In a two-sector economy consisting only of consumers and business, aggregate demand for goods and services equals the sum of consumers demand and business demands or the sum of personal consumption expenditures and private domestic investment expenditures.

A change in aggregate demand may be initiated by a change in either consumptions expenditure or investment expenditures but it is more commonly the investment expenditures that appears to be the source of the changes in demand that set into motion sizeable movements in the income level. With changes in investment playing this strategic role, it follows that an explanation of changes that occur in income requires that we find an explanation for the frequent and sometimes drastic changes that take place in investment. Investment is the acquisition of capital assets.

The task of this note is to make clear the basic relationship between the flow called investment and the stock called capital. The firm’s acquisition of a capital asset, whether a small piece of machinery or a whole new plant and its equipment, is based on considerations quite different from those that underlie an individual’s purchase of consumer goods of any kind. The firm’s decision to purchase or not purchase in the case of capital goods requires a calculation of the rate of return expected from the asset over its life.

The  component of the Keynesian model of income determination is investment. Investment can be defined from several perspectives depending on the basis of the individual proffering the definition. To the economist for example, investment refers to the net capital formation, hence, it refers to such capital expenditure on consumer durables, residential constructions (buildings) and plants and machinery.

Thus, investment from this perspective refers to the purchase of real tangible assets such as machines, factories or stocks of inventories which are used in the production of goods and services for future use as opposed to present consumption. From broader perspective however, investment can be viewed as the sacrifice of certain present values of consumption for (possibly uncertain) future value/consumption. It is the commitment of money in order to earn financial return of the purchase of financial assets such as stocks or bonds with future end date in mind (Anyanwu, 1995).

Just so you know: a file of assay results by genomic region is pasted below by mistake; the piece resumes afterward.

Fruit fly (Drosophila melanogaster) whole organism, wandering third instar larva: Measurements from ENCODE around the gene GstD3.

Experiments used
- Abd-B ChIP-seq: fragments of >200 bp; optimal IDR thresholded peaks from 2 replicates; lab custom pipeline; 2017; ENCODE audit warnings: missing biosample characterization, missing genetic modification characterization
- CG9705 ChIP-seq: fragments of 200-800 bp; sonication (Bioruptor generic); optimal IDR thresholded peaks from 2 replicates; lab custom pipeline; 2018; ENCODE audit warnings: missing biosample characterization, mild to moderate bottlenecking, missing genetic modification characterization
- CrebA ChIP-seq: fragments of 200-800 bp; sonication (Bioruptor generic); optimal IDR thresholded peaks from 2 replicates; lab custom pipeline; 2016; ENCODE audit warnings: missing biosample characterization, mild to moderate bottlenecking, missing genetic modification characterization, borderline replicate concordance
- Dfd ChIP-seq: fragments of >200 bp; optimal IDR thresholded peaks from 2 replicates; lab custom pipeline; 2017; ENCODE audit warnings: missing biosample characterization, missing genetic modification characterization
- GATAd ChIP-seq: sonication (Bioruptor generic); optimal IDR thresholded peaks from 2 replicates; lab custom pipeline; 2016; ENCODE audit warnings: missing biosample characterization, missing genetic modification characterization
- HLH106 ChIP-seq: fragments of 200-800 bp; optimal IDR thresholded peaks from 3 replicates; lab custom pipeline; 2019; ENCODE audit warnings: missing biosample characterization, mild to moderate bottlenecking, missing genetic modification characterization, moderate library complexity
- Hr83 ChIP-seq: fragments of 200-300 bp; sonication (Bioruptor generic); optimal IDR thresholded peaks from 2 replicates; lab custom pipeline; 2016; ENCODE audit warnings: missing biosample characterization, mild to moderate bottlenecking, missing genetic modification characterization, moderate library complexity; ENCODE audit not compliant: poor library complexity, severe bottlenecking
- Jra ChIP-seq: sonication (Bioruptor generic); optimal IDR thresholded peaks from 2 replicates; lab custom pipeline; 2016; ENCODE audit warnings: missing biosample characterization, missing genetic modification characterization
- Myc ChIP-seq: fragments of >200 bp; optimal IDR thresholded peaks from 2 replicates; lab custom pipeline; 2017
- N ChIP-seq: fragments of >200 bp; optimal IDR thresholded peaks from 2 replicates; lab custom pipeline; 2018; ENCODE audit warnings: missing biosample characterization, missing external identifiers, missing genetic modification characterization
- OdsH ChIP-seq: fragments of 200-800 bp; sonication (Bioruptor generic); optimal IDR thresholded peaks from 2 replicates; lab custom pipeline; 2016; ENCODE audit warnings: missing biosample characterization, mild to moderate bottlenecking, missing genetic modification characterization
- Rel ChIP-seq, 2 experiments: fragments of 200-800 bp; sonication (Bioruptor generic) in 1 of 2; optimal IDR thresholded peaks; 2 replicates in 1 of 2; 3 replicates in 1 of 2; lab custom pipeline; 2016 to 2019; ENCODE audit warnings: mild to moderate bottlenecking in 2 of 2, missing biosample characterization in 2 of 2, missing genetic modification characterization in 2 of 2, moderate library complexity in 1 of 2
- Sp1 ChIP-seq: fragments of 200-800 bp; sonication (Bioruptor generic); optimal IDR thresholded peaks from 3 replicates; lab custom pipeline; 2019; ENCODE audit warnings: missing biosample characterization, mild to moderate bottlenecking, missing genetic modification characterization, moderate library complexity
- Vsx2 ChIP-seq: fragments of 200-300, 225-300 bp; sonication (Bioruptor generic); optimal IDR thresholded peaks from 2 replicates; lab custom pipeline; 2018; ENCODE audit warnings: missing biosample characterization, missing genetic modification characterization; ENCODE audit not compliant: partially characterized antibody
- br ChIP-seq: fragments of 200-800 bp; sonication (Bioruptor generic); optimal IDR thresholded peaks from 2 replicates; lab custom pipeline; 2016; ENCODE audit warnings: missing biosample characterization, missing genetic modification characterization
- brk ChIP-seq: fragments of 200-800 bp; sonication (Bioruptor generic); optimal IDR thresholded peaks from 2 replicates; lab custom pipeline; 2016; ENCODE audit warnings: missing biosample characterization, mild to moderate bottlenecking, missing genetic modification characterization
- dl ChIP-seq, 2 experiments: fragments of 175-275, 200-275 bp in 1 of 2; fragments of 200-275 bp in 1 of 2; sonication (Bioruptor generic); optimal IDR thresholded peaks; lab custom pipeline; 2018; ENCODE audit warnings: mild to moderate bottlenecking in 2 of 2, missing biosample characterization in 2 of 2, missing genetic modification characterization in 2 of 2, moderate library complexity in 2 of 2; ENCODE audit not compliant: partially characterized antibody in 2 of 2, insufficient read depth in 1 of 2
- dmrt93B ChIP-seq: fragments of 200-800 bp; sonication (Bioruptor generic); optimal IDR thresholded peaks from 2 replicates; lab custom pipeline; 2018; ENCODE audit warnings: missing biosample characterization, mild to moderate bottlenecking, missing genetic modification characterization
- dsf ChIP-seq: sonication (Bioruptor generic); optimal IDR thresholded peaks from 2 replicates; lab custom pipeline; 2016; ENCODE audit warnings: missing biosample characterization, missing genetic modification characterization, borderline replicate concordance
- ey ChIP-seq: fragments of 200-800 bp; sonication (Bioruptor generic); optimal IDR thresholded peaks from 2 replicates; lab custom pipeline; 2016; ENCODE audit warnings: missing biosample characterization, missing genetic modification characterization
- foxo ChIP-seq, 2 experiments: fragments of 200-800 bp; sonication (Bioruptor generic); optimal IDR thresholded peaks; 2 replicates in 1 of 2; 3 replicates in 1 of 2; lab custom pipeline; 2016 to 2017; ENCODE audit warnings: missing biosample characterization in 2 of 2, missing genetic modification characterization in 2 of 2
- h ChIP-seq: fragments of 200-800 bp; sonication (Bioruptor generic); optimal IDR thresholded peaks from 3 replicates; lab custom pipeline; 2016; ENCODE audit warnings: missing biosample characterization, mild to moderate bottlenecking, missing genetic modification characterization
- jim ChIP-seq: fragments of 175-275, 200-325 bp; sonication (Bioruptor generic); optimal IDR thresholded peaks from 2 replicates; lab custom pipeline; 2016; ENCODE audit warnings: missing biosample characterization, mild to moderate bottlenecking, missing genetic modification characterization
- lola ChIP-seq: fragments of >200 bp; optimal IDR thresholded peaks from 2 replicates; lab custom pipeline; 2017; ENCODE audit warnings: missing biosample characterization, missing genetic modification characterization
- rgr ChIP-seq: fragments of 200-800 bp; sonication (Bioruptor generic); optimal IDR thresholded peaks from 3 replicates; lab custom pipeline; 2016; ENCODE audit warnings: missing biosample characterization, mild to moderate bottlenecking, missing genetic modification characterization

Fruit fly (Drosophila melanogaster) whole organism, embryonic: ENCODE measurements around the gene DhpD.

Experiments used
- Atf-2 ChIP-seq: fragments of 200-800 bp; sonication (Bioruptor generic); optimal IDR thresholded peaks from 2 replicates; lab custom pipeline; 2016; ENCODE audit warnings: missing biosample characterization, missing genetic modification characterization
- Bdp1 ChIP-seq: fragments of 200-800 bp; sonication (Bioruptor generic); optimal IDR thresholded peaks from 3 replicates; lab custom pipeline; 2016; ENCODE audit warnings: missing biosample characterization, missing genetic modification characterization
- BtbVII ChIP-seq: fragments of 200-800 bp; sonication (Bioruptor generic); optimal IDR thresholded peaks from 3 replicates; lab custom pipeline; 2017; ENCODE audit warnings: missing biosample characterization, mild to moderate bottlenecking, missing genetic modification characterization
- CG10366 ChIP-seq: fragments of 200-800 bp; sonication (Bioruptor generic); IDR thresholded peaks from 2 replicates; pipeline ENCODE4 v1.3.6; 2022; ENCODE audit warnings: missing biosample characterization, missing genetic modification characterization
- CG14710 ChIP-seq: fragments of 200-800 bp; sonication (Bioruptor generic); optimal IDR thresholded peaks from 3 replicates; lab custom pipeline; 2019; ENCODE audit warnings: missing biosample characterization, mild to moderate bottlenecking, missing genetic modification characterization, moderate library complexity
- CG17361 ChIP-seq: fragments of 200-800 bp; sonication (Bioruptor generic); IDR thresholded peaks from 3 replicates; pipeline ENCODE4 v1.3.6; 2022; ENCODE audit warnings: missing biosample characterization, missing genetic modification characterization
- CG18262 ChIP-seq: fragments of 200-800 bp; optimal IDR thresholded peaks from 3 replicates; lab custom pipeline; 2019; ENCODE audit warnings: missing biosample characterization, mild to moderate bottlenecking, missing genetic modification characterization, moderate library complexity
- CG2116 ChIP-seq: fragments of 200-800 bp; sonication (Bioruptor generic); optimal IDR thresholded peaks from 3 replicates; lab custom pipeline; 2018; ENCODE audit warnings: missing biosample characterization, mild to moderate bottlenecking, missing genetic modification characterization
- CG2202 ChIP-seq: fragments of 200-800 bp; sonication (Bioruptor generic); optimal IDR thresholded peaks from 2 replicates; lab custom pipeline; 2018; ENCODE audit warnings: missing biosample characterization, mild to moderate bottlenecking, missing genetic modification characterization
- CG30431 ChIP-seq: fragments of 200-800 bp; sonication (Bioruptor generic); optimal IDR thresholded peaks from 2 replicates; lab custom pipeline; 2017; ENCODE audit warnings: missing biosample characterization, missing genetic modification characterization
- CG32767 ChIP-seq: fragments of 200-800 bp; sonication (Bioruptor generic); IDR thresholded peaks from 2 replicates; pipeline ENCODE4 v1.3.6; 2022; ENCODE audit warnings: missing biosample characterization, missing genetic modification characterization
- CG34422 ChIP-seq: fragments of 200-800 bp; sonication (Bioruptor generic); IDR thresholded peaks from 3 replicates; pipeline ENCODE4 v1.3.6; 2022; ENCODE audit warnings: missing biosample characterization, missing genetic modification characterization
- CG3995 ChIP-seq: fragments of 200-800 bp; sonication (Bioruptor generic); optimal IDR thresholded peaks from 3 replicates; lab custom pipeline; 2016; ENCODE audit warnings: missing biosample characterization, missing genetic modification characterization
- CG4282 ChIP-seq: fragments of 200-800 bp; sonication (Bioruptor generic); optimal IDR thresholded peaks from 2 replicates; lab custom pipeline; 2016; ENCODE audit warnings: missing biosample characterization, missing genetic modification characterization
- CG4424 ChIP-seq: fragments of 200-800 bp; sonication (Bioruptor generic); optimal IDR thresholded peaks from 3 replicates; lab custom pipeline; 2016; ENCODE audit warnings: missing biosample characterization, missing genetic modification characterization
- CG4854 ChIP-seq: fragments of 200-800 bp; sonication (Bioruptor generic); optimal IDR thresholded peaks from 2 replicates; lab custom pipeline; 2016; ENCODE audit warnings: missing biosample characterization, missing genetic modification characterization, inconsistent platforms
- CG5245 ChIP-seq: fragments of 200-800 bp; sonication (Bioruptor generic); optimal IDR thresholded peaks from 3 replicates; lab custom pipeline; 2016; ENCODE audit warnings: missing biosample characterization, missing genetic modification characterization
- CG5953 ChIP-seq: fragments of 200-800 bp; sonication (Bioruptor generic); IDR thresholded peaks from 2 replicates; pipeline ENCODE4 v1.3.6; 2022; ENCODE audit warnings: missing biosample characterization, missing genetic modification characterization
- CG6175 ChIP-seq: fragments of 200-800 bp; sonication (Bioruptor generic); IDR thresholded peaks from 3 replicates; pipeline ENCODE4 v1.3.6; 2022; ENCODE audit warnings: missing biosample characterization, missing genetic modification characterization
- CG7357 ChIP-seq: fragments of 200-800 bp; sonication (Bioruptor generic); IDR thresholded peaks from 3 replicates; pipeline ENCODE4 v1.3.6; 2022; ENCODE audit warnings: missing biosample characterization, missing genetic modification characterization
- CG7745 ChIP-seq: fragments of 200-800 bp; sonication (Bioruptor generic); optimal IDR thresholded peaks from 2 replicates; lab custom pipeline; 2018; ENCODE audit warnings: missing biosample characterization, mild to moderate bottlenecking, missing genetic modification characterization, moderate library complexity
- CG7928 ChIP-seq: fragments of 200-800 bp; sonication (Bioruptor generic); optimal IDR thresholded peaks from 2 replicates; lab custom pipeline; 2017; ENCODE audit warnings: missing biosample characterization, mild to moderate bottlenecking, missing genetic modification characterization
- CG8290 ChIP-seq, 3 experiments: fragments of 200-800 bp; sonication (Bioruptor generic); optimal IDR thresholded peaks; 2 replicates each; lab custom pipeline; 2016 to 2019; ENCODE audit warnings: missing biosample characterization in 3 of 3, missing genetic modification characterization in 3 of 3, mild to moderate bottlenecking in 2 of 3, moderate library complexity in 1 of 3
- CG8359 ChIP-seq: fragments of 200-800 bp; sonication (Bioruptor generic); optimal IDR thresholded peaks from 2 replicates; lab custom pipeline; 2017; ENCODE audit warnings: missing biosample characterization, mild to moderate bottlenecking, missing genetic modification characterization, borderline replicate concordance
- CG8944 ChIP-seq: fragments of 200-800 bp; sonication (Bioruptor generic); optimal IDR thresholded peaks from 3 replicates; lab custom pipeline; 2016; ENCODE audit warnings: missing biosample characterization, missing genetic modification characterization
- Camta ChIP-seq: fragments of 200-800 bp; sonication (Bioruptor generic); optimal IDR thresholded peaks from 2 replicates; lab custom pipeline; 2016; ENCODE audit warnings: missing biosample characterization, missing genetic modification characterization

In Keynesians terminology, investment refers to real investment which adds to capital equipment. It leads to increase in level of income and production by increasing the production and purchase of capital goods. Investment thus includes new plant and equipment, construction of public works like dams, roads, buildings, etc. net foreign investment, inventories, and stocks and shares of new companies (Jhingan, 2003).
Capital on the other hand refers to real assets like factories, plants, equipment, and inventories of finished and semi-finished goods. It is any previously produced input that can be used in the production process to produce other goods. The amount of capital available in an economy is the stock of capital. Thus capital is a stock concept. To be more precise, investment is the production or acquisition of real capital assets during any period of time.

To illustrate, suppose the capital assets of a form on 31st march 1991 are N1000 and it invests at the rate of 10 percent during the year 1991 – 1992. At the end of the next year (31st march 1992), its total capital will be N1, 100 symbolically let;

I be investment and K be capital in year t,
Then It = Kt – Kt-1
It = investment at period t
Kt = capital at period t
Kt-1 = capital at previous period t
Capital and investment are related to each other through net investment. Gross investment is the total amount spent on new capital assets in a year. But some capital stock wears out every year and is used up for depreciation and obsolesces. Net investment is gross investment minus depreciation and obsolescence. Net investment is gross investment minus depreciation and obsolesce charges (or replacement investment).